1. ITV Report

Top 12 unnecessary A&E visits of Christmas

When is it right to visit A&E? Photo: Chris Radburn/PA Wire/Press Association Images

NHS services have released a list of their 'Top 12 unnecessary A&E visit of Christmas' to try to reduce the number of people who go to the department when they don't need to.

The list features real life stories from patients who visited hospitals across the Midlands this year.

The NHS says the 12 conditions on the list should have been either treated at home; by a GP; a pharmacist; or just by going somewhere completely different.

  • Torn fingernail
  • Sore throat the patient had woken up with
  • Diarrhoea and vomiting
  • Four-month verruca
  • False nails needed removing
  • Ear ache
  • Ran out of asthma inhaler and needed a replacement
  • Wart on a finger
  • Hangover after a night out
  • Cold and sneezing
  • Pain in the toe (left A&E 15 minutes later to visit on-site bakery)
  • Hair extensions needed removing

In the wake of the list being released, A&E services are urging people to think more carefully about whether they really need to visit A&E this winter - do they have a serious or life-threatening illness or injury?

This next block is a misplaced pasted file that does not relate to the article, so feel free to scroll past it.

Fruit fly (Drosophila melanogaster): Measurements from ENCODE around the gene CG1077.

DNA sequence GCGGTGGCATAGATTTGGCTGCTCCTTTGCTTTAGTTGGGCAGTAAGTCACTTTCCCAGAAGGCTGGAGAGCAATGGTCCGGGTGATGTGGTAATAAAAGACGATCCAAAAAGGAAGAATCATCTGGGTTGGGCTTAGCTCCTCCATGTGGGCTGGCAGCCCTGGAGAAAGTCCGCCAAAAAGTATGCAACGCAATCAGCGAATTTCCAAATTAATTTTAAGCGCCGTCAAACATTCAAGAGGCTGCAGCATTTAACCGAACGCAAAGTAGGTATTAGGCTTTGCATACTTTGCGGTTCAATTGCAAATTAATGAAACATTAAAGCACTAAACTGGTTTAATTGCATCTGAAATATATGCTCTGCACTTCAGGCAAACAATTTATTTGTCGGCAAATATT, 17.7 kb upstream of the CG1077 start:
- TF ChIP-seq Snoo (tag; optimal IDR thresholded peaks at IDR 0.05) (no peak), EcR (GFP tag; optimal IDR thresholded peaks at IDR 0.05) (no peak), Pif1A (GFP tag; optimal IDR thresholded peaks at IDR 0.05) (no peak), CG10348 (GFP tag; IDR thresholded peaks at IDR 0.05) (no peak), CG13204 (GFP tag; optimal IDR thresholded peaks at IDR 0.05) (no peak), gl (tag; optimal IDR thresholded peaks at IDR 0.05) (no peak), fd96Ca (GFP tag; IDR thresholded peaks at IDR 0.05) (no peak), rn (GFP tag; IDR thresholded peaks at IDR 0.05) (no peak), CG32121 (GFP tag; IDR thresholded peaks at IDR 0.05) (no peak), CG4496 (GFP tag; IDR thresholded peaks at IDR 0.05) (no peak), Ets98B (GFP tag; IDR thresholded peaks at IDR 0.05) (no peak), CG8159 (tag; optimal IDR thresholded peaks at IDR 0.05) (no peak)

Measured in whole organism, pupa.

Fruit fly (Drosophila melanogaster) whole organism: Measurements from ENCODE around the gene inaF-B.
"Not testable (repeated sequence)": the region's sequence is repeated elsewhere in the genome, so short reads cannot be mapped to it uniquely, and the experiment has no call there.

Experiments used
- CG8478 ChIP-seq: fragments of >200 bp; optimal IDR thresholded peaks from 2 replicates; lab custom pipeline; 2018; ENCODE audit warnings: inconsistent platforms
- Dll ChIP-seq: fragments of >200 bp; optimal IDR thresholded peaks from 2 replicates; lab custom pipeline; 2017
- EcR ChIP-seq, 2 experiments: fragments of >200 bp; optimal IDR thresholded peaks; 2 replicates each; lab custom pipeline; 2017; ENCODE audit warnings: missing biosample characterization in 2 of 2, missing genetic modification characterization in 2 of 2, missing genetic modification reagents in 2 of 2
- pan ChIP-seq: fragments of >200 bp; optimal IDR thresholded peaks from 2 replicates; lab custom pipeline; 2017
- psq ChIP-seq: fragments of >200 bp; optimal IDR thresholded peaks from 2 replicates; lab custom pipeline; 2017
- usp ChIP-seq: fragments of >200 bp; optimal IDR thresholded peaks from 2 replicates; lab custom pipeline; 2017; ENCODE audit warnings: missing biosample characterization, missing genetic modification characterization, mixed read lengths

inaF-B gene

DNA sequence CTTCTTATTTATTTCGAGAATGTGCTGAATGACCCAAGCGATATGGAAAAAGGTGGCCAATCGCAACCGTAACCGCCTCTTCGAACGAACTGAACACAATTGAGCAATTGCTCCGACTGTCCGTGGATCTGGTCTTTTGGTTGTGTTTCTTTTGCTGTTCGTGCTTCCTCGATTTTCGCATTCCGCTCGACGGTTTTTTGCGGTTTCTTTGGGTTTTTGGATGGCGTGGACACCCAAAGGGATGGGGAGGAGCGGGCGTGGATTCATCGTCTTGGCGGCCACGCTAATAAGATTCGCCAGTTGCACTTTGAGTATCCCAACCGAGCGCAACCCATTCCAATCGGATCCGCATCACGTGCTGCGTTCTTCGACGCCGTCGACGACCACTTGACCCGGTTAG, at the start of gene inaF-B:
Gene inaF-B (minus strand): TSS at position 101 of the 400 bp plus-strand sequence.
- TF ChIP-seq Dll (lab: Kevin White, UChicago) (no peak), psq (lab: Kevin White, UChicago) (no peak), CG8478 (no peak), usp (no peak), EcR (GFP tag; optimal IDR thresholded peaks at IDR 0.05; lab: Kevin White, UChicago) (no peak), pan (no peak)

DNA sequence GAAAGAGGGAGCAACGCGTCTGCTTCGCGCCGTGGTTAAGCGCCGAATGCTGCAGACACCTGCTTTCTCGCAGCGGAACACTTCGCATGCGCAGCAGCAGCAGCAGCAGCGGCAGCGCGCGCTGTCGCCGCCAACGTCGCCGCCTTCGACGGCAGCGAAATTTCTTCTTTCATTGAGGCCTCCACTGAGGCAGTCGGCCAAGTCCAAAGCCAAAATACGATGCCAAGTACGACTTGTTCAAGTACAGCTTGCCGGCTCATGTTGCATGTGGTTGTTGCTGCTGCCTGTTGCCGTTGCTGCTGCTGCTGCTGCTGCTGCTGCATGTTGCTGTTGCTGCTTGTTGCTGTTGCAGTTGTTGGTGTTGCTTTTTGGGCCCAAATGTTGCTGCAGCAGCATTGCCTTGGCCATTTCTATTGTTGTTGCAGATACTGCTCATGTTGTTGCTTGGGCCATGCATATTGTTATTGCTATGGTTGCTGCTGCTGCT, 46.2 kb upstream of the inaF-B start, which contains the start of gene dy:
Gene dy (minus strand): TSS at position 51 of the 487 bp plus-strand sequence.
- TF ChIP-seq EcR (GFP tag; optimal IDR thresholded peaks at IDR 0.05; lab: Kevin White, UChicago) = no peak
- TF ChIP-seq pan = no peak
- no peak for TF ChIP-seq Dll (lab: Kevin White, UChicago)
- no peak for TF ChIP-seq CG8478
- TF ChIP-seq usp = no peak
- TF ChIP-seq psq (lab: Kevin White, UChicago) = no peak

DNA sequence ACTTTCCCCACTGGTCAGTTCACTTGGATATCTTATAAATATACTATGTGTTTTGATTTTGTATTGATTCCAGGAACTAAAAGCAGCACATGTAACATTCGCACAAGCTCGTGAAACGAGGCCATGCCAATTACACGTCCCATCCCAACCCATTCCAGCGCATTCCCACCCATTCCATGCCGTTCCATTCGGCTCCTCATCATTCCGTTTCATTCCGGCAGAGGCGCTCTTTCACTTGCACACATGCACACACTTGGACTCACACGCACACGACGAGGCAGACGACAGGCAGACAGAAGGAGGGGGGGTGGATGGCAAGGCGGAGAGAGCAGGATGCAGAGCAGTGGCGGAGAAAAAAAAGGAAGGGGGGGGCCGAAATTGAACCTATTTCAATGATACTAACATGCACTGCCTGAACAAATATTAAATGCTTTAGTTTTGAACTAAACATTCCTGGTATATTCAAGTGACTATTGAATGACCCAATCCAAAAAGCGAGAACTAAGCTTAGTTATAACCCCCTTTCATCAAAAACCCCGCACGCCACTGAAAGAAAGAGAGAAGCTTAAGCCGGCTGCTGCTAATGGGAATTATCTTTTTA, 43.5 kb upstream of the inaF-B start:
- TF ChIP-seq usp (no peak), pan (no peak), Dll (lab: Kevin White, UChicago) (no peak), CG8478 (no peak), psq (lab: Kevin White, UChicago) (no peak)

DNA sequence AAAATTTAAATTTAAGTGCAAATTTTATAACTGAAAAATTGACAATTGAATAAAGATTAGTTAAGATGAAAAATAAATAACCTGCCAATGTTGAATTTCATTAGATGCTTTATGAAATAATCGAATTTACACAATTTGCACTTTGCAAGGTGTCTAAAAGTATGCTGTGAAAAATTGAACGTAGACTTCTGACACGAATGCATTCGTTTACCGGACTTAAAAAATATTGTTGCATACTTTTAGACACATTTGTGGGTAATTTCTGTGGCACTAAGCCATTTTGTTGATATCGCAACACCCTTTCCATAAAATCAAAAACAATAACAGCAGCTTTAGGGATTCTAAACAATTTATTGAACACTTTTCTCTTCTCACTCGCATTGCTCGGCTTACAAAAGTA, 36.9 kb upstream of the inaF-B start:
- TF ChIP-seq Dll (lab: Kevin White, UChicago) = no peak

It follows Health and Social Care Information Centre (HSCIC) figures from 2012/13, showing that around one in two people attended A&E when they may have been able to go elsewhere for treatment.

During winter and especially Christmas and New Year, our hospitals are much busier than usual and our doctors, nurses and paramedics want to be able to look after those people who really need their care.

The issues people from our list visited with simply don’t belong in A&E and waste valuable time.

– Dr Charles Pidsley, East Staffordshire Clinical Commissioning Group

The 'Choose Well' campaign encourages people to use other treatments and services available, including:

  • Self-care – treat minor illness and injury at home using stocked medicine cabinet.
  • Pharmacy – visit for expert advice and treatment for minor ailments.
  • NHS 111 – call for advice and signposting on what the best treatment is and where to go for it.
  • GP – call for advice and if symptoms persist for more than a few days, make an appointment.
  • Walk-in centre – open until late, treating trips, falls and minor injuries.